Copyright ? 2006 by the Genetics Society of America
Trans-specificity at Loci Near the Self-Incompatibility Loci in Arabidopsis
Deborah Charlesworth,1Esther Kamau, Jenny Hagenblad2and Chunlao Tang3
Institute of Evolutionary Biology, School of Biological Sciences, University of Edinburgh, Edinburgh EH9 3JT, United Kingdom
Manuscript received October 3, 2005
Accepted for publication February 1, 2006
We compared allele sequences of two loci near the Arabidopsis lyrata self-incompatibility (S) loci with
sequences of A. thaliana orthologs and found high numbers of shared polymorphisms, even excluding
singletons and sites likely to be highly mutable. This suggests maintenance of entire S-haplotypes for long
evolutionary times and extreme recombination suppression in the region.
stated that the times can exceed the ages of related
species, i.e., that variants arose before the split of re-
lated species (e.g., Ioerger et al. 1990; Klein et al. 1993;
Richman et al. 1996; Clark 1997; Wu et al. 1998; Adams
et al. 2000; Muirhead et al. 2002). Trans-specific poly-
morphism can provide strong evidence of long-term
balancing selection, because it is highly unlikely to exist
under neutrality, except between very closely related
species that can share variants present in their common
ancestor (Wiuf et al. 2004), and is expected only when
the same alleles persist for long times, and not when
alleles are regularly replaced by new alleles (‘‘turnover’’;
see Muirhead et al. 2002).
Recently,byexamininghumanand chimpanzee gene
sequences for trans-specific polymorphism, a search for
evidence of long-term balancing selection concluded
that it is infrequent in humans (Asthana et al. 2005).
The principle of such tests depends on the fact that
long-term balancing selection not only affects diversity
at the sites that are under selection, but also leads to
species, a gene under balancing selection maintains dif-
ferent functional classes of alleles, and each allele class
will acquire its own unique set of neutral mutations,
ALANCING selection can sometimes maintain vari-
ants for very long evolutionary times, and it is often
causing variants to be associated with the allele in which
they arose until recombination allows ‘‘migration’’ into a
different allele (reviewed in Charlesworth et al. 2003a).
Thus functionally different alleles will be differentiated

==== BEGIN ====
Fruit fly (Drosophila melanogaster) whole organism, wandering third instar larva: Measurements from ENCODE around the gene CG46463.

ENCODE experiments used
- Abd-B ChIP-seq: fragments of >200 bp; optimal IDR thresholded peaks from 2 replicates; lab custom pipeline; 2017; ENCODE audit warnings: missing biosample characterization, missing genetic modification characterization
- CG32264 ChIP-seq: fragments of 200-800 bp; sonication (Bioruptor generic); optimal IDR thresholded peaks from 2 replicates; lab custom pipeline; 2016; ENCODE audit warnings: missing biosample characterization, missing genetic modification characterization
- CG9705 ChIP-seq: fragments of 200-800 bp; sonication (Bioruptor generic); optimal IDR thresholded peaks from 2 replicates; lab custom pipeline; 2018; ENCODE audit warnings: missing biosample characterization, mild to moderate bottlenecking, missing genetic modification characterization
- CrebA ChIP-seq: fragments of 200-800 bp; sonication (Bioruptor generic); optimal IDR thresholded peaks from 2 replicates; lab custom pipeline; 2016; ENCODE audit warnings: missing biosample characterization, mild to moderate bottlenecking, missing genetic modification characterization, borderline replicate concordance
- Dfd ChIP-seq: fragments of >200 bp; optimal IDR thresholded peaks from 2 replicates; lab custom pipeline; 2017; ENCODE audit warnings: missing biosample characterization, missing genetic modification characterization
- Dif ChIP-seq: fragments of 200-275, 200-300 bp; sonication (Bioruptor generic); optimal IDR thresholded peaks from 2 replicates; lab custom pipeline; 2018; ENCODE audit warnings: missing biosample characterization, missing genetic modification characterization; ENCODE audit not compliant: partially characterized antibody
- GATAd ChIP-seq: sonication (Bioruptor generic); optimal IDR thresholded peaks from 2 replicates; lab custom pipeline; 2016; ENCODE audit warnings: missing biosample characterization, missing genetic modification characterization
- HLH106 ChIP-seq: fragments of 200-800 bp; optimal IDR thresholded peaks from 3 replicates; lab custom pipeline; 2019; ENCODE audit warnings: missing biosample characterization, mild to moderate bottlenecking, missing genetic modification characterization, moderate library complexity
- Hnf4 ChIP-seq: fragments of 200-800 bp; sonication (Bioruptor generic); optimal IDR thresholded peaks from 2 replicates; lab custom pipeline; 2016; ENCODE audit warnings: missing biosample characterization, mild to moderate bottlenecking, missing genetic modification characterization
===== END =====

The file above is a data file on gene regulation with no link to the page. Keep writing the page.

at the amino acids that define those types and also at
other sites within the region (linkage disequilibrium);
i.e., there will be higher polymorphism over a region
whose size depends on the local recombination fre-
quency than in unlinked genome regions (Wiuf et al.
2004). When a species with such a balanced polymor-
phism splits into two, multiple different haplotypes will
often pass to the daughter species (Figure 1 shows a
morphism will initially maintain the same associations
of variants as in the ancestor, but over evolutionary time
this signal will become indistinct, as the sequences in
each daughter species’s copies of the functionally same
allele recombine with other haplotypes of the locus,
acquire new mutations, and evolve new, functionally
different alleles, leading to allele turnover. Low recom-
bination will lead to trans-specific polymorphism for
longer evolutionary times.
Here we show that the expected effect of balancing
selection in leading to trans-specific polymorphism is
detectable at loci near the self-incompatibility (SI) loci
(S-loci) in species of the plant genus Arabidopsis. Be-
cause the formal population genetics theory shows that
the region affected by a locus under balancing selection
will be very small, in terms of the recombination dis-
tance (Wiuf et al. 2004), this result suggests very low
recombination in the region. With recombination, the
region of high diversity within the ancestral species
is small (Takahata and Satta 1998), and only this
region is likely to yield trans-specific polymorphisms.
The results also suggest recent maintenance of multiple